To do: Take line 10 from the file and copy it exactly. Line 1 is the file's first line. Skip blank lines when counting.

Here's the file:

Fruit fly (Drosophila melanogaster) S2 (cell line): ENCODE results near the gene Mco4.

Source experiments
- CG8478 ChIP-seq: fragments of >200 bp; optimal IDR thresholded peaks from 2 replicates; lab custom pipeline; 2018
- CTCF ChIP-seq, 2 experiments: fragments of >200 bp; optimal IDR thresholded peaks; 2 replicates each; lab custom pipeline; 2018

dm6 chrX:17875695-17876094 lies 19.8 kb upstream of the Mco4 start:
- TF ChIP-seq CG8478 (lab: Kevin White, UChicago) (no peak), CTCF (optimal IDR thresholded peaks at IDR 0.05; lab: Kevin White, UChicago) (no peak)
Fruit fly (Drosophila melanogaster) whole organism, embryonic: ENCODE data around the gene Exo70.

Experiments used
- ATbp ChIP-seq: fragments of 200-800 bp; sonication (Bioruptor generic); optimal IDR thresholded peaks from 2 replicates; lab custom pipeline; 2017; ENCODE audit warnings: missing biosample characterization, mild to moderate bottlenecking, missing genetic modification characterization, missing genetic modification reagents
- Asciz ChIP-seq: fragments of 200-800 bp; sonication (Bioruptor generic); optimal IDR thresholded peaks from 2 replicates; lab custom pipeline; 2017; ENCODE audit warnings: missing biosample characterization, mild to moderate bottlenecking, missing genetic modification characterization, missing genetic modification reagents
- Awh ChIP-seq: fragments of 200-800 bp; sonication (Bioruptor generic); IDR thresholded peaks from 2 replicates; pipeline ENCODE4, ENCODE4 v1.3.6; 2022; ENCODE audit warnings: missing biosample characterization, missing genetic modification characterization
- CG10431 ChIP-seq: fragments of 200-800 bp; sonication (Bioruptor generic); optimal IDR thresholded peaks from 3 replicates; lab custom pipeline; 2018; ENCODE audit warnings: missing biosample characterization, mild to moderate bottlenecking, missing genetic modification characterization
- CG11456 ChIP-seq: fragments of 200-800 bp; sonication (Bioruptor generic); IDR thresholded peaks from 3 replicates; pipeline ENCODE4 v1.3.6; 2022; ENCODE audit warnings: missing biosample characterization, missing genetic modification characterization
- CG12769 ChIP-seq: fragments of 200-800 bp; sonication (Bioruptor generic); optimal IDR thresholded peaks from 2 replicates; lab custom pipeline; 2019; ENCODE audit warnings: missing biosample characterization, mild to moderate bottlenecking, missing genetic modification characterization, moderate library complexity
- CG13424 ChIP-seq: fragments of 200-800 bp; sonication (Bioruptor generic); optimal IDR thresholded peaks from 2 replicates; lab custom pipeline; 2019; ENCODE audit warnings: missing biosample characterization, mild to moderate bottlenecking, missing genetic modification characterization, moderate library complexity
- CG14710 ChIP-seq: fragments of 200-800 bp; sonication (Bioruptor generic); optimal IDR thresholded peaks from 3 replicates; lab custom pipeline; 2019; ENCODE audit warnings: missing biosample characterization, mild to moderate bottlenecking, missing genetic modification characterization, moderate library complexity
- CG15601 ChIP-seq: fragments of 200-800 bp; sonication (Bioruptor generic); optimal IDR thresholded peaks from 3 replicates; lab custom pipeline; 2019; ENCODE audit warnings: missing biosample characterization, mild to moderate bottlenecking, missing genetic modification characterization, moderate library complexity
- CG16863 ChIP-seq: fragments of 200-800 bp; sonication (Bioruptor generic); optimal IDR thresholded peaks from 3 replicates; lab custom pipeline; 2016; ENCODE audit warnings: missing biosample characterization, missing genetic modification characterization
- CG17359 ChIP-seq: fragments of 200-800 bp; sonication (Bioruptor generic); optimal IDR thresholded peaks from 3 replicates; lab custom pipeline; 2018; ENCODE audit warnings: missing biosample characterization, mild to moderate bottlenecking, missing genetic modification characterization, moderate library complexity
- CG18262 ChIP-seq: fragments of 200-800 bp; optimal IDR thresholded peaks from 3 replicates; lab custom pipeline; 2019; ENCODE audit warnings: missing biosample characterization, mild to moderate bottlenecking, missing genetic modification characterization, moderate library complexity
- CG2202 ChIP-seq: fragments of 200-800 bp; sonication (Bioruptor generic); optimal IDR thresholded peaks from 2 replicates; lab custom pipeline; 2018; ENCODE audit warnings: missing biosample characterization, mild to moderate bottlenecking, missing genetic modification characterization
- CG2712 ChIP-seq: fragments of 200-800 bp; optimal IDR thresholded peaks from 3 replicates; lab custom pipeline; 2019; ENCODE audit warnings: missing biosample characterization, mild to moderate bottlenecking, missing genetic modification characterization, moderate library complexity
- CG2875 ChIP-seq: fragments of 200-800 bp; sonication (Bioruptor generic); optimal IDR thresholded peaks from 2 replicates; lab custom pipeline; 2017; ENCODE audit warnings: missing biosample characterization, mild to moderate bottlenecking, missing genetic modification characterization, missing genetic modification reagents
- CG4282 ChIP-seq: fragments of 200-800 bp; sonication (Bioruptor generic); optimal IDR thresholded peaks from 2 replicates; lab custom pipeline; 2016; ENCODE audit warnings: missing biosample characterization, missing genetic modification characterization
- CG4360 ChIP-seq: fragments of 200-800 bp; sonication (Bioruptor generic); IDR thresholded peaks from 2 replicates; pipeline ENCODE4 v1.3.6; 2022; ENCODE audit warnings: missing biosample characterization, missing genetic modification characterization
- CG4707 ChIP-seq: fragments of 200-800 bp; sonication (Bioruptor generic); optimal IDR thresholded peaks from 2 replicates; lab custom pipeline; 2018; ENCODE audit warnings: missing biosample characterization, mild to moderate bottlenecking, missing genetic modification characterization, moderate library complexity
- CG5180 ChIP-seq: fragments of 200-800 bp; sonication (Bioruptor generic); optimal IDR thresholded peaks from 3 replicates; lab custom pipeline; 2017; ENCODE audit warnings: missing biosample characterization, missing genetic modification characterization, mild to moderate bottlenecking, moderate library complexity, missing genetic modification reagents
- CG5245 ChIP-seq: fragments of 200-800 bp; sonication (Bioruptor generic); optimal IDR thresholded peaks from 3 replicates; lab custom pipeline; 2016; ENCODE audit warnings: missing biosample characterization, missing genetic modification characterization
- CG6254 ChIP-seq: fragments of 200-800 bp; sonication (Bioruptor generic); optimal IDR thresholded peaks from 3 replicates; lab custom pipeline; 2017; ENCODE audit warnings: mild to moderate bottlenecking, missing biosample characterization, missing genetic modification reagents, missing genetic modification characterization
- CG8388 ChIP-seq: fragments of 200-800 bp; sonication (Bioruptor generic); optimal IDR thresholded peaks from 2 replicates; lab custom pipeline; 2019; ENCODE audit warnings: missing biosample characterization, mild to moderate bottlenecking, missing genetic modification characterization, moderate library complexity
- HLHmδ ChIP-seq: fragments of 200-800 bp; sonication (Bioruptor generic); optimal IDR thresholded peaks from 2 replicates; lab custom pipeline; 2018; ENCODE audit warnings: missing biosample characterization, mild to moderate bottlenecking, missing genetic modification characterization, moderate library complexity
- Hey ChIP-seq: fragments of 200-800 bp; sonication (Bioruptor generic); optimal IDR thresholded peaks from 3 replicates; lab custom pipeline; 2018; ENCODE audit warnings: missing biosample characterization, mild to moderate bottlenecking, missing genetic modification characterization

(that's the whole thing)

- Asciz ChIP-seq: fragments of 200-800 bp; sonication (Bioruptor generic); optimal IDR thresholded peaks from 2 replicates; lab custom pipeline; 2017; ENCODE audit warnings: missing biosample characterization, mild to moderate bottlenecking, missing genetic modification characterization, missing genetic modification reagents